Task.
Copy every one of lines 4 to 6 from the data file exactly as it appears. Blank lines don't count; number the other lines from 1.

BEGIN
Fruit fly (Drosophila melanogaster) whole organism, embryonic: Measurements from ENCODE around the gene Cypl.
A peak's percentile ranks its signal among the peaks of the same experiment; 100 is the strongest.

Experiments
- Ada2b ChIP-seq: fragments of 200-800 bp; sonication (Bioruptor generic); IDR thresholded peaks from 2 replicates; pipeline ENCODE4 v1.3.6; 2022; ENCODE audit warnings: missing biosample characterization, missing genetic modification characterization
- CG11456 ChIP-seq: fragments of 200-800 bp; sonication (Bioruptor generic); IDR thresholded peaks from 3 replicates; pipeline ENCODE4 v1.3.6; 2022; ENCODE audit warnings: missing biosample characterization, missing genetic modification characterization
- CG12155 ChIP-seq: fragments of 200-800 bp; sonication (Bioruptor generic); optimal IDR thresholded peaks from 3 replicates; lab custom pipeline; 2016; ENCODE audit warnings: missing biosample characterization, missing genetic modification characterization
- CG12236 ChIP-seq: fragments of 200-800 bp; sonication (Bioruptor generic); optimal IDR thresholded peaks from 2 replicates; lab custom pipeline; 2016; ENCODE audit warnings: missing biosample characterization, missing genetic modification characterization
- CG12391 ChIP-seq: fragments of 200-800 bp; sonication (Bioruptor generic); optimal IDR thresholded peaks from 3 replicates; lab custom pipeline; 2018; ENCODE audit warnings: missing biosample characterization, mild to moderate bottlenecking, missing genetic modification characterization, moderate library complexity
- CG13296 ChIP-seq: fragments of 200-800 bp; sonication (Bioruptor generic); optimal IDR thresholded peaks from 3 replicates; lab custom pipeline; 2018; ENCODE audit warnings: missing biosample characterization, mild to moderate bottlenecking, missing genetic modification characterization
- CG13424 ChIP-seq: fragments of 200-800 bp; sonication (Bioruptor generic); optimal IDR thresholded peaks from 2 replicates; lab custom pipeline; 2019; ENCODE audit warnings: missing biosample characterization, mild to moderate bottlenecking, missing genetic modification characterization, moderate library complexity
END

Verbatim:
- Ada2b ChIP-seq: fragments of 200-800 bp; sonication (Bioruptor generic); IDR thresholded peaks from 2 replicates; pipeline ENCODE4 v1.3.6; 2022; ENCODE audit warnings: missing biosample characterization, missing genetic modification characterization
- CG11456 ChIP-seq: fragments of 200-800 bp; sonication (Bioruptor generic); IDR thresholded peaks from 3 replicates; pipeline ENCODE4 v1.3.6; 2022; ENCODE audit warnings: missing biosample characterization, missing genetic modification characterization
- CG12155 ChIP-seq: fragments of 200-800 bp; sonication (Bioruptor generic); optimal IDR thresholded peaks from 3 replicates; lab custom pipeline; 2016; ENCODE audit warnings: missing biosample characterization, missing genetic modification characterization